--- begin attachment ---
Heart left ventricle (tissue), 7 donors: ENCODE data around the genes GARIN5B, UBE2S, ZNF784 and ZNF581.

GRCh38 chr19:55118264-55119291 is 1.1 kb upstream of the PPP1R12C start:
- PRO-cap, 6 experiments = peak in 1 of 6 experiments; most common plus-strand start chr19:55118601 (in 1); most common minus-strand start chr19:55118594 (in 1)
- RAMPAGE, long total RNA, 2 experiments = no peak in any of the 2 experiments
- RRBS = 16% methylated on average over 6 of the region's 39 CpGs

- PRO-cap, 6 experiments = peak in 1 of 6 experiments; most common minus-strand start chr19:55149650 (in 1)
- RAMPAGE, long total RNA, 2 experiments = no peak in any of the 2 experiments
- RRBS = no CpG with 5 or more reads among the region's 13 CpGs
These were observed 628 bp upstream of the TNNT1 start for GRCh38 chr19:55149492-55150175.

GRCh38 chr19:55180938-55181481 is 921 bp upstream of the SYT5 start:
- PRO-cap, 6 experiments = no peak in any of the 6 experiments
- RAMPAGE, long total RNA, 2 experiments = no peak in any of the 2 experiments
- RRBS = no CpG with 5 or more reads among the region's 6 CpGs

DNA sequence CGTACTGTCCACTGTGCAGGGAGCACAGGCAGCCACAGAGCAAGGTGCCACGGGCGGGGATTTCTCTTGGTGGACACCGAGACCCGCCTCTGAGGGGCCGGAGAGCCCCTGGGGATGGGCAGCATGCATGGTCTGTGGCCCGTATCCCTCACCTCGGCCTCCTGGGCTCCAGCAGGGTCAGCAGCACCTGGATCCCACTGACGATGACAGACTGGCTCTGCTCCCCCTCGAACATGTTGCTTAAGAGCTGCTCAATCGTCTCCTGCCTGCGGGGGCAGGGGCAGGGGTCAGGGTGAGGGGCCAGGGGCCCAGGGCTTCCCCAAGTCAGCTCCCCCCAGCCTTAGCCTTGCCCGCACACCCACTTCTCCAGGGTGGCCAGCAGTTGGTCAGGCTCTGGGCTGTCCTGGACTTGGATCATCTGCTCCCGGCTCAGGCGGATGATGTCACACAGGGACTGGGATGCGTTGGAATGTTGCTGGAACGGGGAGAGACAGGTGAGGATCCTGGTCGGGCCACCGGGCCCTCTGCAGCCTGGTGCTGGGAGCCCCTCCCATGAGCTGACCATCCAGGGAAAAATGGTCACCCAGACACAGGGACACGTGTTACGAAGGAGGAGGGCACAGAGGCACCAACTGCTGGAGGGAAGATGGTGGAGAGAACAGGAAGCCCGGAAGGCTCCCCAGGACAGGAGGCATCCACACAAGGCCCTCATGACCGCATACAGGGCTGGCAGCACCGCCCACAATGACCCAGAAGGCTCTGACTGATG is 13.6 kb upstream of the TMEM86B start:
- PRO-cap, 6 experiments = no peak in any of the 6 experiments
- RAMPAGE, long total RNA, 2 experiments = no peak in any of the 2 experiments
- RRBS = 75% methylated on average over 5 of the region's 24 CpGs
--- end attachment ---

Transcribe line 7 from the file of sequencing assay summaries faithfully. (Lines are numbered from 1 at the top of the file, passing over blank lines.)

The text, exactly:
- RAMPAGE, long total RNA, 2 experiments = no peak in any of the 2 experiments